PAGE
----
Gill Musical Instruments

WLMD ID: alel, alem, alen
These musical instruments were collected by Richard C. Gill (1901-1958) during his time in Ecuador, around 1929 to 1938. The flute, drum and rattle are examples of instruments used by Native Americans of the Western Amazon for ceremonies, rituals and entertainment. Gill was an adventurer and amateur ethnologist who, with his wife, built a plantation east of Baños de Agua Santa, Ecuador in 1929. In addition to growing fruits and vegetables, Gill conducted personal studies of the native peoples who lived in the Amazonian forests along the edges of his land. His studies included their social practices, music, and use of botanicals for medicine. He slowly earned the trust of many of the Indians he interacted with and even developed relationships with leaders of local villages. Later, in 1938, these relationships, and Gill's cultural knowledge, enabled him to collect a large amount of curare, which was used by the Squibb Company to produce the first commercially available muscle relaxant, Intocostrin. In 1942, Canadian anesthetists Harold R. Griffith and G. Enid Johnson were the first to report on the use of Intocostrin in anesthesia. Muscle relaxants keep automatic reflexes from interfering with invasive medical and surgical procedures. Their commercial introduction was followed by profound advancements in anesthesia and surgery.      

Catalog Record: Gill Musical Instruments Three Catalog Records: alel, alem, and alen

Access Key: alel
Accession No.: 2013-07-15-1 B

Title: [Drum for curare preparation ceremony.]

Title variation: Alt Title
Title: Gill Collection drum.

Title variation: Alt Title
Title: Drum for curare-making ceremony.

Publisher: [Ecuador?] : [Ecuadorian Amazon native?], [between 1920 and 1938?].

Physical Descript: 1 musical instrument : wood, leather (monkey skin?), twine ; 17 cm in height and 21.5 cm in diameter.

Subject: Curare – history.
Subject: Muscle Relaxants – history.

Note Type: General
Notes: The title is based on the WLM common name for the object.

Note Type: General
Notes: The date range for the possible year of production is based around the time
when Richard Gill and his wife were in South America. The early year 1920 is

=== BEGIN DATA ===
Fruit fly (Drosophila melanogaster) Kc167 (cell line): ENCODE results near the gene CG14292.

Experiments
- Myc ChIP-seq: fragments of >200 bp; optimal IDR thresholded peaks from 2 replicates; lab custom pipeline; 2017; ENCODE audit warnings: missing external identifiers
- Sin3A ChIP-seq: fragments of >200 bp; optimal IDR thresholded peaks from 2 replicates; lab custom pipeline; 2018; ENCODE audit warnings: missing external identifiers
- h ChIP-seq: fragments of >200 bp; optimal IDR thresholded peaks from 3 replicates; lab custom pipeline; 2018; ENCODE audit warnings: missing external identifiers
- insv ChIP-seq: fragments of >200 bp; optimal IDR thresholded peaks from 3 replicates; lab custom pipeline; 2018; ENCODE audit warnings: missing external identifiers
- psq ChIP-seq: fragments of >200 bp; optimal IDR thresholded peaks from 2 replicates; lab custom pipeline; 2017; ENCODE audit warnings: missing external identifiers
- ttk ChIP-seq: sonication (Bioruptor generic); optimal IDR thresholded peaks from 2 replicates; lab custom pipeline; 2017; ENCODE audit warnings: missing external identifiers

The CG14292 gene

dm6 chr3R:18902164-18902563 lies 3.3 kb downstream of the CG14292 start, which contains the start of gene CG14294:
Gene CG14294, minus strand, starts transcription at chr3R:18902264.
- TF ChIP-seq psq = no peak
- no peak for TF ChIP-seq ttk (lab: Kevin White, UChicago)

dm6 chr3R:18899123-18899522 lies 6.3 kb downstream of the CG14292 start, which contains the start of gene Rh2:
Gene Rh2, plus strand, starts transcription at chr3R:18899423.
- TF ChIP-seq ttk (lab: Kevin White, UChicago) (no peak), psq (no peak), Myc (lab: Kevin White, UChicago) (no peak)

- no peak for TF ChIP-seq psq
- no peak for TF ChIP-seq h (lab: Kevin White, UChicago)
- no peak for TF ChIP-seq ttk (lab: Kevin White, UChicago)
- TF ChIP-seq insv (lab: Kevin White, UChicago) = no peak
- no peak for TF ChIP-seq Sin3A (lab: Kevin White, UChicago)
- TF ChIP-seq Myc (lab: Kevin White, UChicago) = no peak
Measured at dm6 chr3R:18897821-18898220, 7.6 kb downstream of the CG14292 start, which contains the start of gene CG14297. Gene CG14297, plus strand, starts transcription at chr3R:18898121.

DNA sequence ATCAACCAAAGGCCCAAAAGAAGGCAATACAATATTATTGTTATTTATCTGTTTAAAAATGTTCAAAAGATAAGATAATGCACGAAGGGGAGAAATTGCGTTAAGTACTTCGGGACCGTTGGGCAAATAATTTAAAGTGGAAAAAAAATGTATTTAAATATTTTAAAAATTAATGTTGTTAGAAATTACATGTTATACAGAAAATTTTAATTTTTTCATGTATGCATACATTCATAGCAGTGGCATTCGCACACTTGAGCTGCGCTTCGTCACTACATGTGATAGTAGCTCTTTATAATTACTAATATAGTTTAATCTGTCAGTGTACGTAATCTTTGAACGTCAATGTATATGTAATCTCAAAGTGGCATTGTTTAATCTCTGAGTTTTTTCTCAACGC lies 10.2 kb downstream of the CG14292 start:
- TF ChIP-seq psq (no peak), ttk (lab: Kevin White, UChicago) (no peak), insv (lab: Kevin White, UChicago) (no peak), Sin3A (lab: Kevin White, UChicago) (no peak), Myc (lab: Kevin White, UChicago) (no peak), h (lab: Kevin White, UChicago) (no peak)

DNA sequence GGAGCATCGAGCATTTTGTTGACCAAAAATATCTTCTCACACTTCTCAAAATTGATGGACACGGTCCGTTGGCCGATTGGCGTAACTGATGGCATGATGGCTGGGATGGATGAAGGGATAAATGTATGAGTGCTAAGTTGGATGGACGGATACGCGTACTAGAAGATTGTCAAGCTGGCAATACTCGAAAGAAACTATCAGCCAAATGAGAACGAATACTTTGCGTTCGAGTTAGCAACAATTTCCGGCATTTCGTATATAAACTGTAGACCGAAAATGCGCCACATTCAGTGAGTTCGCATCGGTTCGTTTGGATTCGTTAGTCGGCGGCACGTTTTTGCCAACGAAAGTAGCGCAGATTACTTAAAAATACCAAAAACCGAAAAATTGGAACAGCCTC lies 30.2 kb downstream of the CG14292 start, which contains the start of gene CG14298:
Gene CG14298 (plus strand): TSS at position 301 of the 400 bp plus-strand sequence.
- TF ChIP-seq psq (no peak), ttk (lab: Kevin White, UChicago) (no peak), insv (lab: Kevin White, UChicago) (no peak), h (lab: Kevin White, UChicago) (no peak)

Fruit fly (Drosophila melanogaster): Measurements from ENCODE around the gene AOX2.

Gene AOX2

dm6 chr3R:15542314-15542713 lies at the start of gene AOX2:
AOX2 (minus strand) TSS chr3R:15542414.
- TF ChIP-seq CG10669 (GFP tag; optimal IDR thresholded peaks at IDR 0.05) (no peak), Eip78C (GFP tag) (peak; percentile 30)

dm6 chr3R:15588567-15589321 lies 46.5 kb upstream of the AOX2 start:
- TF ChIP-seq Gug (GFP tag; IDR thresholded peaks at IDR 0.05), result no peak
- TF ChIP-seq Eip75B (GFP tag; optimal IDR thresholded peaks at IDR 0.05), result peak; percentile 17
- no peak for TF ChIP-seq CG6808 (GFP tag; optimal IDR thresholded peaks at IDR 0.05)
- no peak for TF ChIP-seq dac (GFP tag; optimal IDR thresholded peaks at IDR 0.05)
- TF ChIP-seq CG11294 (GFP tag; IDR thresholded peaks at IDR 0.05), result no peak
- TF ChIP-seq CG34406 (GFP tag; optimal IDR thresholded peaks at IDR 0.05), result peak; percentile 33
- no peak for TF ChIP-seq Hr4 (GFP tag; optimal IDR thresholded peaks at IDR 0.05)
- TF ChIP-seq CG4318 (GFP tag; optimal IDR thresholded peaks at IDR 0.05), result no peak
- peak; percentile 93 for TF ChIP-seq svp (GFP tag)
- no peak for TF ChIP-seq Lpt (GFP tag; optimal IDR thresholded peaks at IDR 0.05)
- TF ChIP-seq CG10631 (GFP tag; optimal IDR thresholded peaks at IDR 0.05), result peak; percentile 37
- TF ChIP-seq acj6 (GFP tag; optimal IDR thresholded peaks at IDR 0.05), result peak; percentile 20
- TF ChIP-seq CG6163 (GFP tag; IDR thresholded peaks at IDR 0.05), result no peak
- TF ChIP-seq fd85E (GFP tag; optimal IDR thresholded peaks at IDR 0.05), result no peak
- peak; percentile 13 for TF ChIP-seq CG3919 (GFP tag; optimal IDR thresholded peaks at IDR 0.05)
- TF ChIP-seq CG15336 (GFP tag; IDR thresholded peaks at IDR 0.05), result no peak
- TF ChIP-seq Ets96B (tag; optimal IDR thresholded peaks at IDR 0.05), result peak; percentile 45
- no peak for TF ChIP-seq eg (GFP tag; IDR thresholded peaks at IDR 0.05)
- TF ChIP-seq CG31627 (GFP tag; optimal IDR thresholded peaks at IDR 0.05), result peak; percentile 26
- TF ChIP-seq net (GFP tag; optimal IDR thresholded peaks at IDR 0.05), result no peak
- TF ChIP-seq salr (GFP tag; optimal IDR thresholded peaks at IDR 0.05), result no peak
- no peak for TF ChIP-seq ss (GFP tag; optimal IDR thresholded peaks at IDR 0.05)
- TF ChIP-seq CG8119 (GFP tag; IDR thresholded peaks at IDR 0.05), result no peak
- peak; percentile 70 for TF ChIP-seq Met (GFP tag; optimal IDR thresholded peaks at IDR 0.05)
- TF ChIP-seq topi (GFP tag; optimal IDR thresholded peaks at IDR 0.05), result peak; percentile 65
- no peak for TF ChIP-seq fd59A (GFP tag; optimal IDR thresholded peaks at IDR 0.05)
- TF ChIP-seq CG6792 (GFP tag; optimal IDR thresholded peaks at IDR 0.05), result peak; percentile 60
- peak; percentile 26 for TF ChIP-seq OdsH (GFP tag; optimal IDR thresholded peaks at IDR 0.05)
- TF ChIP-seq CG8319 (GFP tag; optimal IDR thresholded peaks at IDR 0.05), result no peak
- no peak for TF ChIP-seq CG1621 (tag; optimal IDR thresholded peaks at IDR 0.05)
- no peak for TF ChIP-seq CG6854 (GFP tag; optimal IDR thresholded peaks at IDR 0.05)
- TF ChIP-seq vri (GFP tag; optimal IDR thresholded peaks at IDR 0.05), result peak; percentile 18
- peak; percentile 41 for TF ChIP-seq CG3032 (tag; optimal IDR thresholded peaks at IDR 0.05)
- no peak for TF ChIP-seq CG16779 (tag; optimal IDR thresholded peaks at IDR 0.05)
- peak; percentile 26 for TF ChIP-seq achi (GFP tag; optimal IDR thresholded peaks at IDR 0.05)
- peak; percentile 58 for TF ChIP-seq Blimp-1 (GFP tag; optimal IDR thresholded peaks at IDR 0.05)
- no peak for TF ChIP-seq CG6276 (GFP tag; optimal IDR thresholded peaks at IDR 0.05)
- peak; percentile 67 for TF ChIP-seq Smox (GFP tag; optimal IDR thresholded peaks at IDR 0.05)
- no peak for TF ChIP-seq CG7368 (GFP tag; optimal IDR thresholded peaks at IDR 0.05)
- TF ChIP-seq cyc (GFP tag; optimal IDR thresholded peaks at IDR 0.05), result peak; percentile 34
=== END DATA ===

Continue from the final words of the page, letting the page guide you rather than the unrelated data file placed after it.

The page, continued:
before the Gills when to South America, but was chosen in recognition that
the instrument may have been made some time before they traded for it. The
date range could change if documentation that indicates the dates should be
corrected is discovered.

Note Type: Citation
Notes: Gill RC. White Water and Black Magic. New York: Henry Holt and Company; 1940.

Note Type: Citation
Notes: Humble RM. The Gill-Merrill Expedition: penultimate chapter in the curare
story. Anesthesiology. 1982;57(6):519-526. https://journals.lww.
com/anesthesiology/toc/1982/12000. Accessed October 5, 2014.

Note Type: Citation
Notes: Larson M. Richard C. Gill and the introduction of curare into anesthesia
practice. CSA Bull. 2003;52(3):47-51. https://www.csahq.
org/pdf/bulletin/issue_2/guedel1.pdf. Accessed October 5, 2014.

Note Type: Citation
Notes: Olson DA. Symbol and function in South American Indian music. In: May E, ed.
Musics of Many Cultures: An Introduction. Berkeley: University of California
Press; 1980: 363-385.

Note Type: Citation
Notes: Schechter JM. Ecuador. In: Olsen DA, Sheehy DE, eds. South America, Mexico,
Central America, and the Caribbean. New York: Garland Publishing; 1998:414.
The Garland Encyclopedia of World Music; vol 2.

Note Type: Citation
Notes: Stirling MW. Historical and ethnographic material on the Jivaro Indians.
Smithonian Institution Bureau of American Ethnology. Bulletin 117. Washington
DC: Government Printing Office; 1938:92-94. https://babel.hathitrust.
org/cgi/pt?id=mdp.39015009138176;view=1up;seq=112. Accessed October 5, 2014.

Note Type: Citation
Notes: Wistrand LM. Music and song texts of Amazonian Indians. Ethnomusicology.
September, 1969;13(3):469-488.

Note Type: Physical Description
Notes: One double-headed drum measuring approximately 16.6 cm in height and 21.4 cm
in diameter; The conical body of the drum appears to have been carved from a
single tree stump or large branch; The top and bottom [heads] are covered
with a tight thin leather (possibly monkey skin); There is a small hole in
the top head of the drum; The heads are held in place by bamboo rings; The
rings are held down by thin twine, which is widely weaved to the top and
bottom rings; There are no maker marks.

Note Type: Reproduction
Notes: Photographed with a flute (2013-07-15-1 C) by Mr. Steve Donisch, February 10,